It makes sense to jump on the trend. To do so, do your research and pick the influencers in your niche with trustworthy portfolios and reasonable rates. You can even go for micro-influencers if you’re on a budget – they are perceived to generate 85% higher engagement than those with 100,000 followers.
No matter what type of influencers you choose to ‘hire’, you should make use of metrics like Click-Through Rate (CTR), UGC-based cost of conversion, and the influencer-provided conversion rate.
Inclusivity became a ‘must-have’, not a ‘nice-to-have’
You don’t need to be a marketing wizard to know that if you aren’t catering to everyone, you’re catering to no one. Discriminating based on age, gender, race, religion, sexual orientation, disabilities, and the likes is not only not cool but also a big taboo in the world of business where inclusivity is encouraged, not hindered. Taking notes of companies that are continuously making headlines with their inclusive campaigns and initiatives will give you a good idea of what customers like to see.
One size truly doesn’t fit all, and the sooner you’ll apply that concept to your marketing strategies, the better off you’ll be. A study conducted by Accenture shows that modern consumers aren’t merely turning away from retailers that don’t share their values but are also turning towards those that do. With 29% of all shoppers likely to switch to a retailer that reflects inclusivity and diversity and 42% of ethnic minority shoppers’ predisposition to buy from those committed to I&D, changing the trajectory of your marketing towards a more diverse one becomes a no-brainer.
How does one do that? First off, you must educate yourself on cultural diversity. Take it from Proctor & Gamble’s “The Talk” campaign that brings the behind-the-door conversations between mothers and their children about racism and prejudices associated with it; it shed light on the impact that bias makes on all kinds of discrimination in society.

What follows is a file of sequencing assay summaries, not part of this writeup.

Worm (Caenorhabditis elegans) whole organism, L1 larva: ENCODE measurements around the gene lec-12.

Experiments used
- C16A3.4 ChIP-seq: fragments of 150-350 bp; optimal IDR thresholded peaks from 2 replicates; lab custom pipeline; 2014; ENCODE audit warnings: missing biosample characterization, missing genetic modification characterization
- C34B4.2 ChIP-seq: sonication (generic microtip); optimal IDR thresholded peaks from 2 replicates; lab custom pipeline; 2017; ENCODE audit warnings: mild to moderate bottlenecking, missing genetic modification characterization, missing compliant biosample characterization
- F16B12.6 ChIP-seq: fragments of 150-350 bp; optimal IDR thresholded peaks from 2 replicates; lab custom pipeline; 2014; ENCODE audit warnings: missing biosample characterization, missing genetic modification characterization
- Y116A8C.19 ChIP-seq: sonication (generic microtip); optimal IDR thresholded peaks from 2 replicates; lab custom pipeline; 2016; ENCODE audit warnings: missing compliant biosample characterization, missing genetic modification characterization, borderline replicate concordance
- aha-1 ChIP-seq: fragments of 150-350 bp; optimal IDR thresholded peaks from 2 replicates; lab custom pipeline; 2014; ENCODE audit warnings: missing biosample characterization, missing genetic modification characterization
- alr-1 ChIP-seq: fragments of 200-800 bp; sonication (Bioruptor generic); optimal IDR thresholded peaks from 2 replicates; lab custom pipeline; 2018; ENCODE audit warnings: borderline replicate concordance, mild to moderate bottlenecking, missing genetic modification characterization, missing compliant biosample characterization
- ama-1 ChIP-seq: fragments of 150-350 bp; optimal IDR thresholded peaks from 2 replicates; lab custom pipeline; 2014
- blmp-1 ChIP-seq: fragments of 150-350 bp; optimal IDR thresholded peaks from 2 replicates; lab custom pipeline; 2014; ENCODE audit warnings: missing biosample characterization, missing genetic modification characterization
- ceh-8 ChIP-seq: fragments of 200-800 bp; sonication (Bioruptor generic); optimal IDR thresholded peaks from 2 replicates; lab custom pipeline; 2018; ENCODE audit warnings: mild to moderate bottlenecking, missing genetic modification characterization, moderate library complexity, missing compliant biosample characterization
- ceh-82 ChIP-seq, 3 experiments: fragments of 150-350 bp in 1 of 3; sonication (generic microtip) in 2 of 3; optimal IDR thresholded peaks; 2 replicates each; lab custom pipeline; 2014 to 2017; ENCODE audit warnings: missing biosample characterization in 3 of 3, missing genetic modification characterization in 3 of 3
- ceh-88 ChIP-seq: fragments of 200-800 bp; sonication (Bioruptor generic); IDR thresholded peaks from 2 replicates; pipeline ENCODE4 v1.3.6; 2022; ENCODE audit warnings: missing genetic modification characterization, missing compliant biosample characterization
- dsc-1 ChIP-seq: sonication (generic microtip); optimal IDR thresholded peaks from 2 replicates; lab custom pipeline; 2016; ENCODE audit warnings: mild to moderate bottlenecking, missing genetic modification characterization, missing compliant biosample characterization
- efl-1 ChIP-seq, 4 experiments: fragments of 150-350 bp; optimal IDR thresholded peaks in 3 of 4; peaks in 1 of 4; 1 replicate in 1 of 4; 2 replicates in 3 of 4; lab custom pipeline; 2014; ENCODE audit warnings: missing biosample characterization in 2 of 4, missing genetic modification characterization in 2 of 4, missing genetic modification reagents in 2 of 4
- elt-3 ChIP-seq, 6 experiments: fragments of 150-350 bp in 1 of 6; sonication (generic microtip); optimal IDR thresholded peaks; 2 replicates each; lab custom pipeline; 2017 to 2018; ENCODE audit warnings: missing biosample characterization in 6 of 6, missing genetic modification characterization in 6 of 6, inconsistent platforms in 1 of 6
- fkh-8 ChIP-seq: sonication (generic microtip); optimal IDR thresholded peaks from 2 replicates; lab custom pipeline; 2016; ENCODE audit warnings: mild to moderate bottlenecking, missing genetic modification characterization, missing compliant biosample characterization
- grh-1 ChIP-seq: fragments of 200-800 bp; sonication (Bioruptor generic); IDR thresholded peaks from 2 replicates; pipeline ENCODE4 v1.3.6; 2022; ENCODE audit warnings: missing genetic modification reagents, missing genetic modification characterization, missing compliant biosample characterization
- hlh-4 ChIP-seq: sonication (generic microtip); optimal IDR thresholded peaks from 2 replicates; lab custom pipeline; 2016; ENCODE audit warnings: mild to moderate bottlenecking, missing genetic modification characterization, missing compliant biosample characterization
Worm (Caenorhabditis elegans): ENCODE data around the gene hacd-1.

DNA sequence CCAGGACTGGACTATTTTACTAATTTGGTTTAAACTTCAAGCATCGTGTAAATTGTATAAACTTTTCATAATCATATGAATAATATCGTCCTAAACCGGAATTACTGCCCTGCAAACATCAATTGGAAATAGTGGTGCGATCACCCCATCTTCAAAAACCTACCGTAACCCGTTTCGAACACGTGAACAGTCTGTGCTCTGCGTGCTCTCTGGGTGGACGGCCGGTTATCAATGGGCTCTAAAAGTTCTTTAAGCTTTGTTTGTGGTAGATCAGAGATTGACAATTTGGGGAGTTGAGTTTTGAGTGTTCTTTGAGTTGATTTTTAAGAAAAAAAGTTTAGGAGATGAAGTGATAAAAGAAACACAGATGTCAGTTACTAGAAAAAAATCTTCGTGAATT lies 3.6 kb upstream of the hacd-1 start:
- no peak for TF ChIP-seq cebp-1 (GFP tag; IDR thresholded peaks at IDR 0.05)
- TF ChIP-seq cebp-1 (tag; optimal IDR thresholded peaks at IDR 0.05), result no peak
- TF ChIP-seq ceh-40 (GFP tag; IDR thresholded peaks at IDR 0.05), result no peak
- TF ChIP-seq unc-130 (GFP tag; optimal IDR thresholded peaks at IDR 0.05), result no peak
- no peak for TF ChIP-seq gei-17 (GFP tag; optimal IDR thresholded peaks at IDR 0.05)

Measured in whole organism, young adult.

Secondly, make an effort to celebrate diversity. Connecting with global audiences isn’t easy but is possible with the help of inclusivity-based campaigns that speak to everyone. Knix understood this at the conception stage when they came out with an ad portraying a wide array of lingerie pieces tailored to every age, skin tone, size, and body shape under the sun. Sounds so simple – a brand that offers products that reflect their customers – yet their approach is still regarded as revolutionary for some reason.
Talks about sustainability became actions
While nature was catching a breath during the pandemic, it became clear that we should focus on ‘important work’ – becoming seriously concerned with the state of our environment and doing something about it.
In a Nielsen survey, a whopping 81% of global responders revealed that they feel strongly about companies helping the environment. And it’s not only the younger generation that demands corporate sustainability – Gen X, Baby Boomers, and Silent Generation are loud and clear too.
Enter – sustainable practices. This doesn’t imply you starting to aggressively promote the use of solar energy and brag about recycling every pen ever brought by your employees in the office but rather conveying to your customers small but steady steps you’re taking towards sustainability on a monthly/quarterly basis.